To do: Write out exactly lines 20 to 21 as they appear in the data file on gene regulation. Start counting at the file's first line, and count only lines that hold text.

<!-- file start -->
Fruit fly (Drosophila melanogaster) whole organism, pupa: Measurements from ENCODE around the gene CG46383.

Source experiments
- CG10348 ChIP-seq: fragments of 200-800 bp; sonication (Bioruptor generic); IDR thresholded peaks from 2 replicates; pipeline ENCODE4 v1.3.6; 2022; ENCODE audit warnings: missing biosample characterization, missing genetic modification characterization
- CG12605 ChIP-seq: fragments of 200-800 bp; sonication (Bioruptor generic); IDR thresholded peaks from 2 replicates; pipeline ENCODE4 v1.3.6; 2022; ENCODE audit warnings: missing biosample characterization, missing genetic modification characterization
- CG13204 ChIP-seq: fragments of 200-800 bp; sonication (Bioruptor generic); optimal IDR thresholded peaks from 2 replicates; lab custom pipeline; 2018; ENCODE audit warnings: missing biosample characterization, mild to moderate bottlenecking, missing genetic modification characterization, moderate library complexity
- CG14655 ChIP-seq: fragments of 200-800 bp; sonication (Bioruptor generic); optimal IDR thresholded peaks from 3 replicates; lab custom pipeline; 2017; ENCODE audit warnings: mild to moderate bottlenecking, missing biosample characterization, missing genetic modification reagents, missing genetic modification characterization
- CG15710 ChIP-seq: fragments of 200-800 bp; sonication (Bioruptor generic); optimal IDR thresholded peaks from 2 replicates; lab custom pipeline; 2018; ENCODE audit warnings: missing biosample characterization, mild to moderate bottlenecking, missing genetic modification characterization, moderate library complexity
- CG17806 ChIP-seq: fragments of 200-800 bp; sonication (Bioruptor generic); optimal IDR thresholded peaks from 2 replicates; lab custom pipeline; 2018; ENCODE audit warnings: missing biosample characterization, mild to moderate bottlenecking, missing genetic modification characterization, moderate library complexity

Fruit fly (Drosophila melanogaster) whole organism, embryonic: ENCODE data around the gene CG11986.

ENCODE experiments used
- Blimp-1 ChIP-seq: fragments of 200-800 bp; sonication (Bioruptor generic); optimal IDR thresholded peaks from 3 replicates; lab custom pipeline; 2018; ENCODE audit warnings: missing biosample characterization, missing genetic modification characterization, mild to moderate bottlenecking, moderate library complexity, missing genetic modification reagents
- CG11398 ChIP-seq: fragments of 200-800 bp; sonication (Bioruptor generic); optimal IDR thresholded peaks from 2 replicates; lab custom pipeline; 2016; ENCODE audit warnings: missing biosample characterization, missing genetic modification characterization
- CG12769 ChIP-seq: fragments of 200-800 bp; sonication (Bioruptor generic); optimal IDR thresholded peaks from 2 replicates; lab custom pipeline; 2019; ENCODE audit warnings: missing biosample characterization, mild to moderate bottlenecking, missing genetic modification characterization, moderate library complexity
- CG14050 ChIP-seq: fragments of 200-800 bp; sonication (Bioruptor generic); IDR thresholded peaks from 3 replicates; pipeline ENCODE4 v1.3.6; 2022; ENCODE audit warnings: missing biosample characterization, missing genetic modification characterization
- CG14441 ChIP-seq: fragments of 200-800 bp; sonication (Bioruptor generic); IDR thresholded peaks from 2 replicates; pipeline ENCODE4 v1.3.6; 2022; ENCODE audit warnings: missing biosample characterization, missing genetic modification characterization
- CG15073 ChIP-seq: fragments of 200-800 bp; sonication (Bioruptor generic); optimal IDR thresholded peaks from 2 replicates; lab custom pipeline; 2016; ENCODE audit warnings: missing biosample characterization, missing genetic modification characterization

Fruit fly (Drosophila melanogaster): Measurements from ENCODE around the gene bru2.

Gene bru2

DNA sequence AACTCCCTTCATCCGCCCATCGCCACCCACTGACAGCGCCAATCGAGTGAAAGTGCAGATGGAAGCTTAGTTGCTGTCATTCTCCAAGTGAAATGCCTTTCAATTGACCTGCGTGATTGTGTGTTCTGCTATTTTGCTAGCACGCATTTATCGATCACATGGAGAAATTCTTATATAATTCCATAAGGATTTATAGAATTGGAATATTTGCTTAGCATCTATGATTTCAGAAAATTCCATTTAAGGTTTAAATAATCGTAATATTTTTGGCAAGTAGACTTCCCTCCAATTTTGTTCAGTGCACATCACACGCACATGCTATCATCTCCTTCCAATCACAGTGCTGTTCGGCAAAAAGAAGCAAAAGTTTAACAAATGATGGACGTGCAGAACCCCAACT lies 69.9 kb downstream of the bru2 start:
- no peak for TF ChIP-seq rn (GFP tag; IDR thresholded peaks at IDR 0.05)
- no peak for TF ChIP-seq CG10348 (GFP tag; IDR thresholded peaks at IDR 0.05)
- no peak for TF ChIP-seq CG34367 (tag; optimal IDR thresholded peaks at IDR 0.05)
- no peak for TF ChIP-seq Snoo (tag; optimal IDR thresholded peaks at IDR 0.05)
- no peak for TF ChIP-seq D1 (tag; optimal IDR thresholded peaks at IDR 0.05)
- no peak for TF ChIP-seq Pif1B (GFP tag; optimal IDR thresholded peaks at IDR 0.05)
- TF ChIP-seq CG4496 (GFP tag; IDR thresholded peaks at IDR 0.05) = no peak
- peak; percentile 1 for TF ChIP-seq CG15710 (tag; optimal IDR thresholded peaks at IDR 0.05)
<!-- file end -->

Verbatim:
- no peak for TF ChIP-seq rn (GFP tag; IDR thresholded peaks at IDR 0.05)
- no peak for TF ChIP-seq CG10348 (GFP tag; IDR thresholded peaks at IDR 0.05)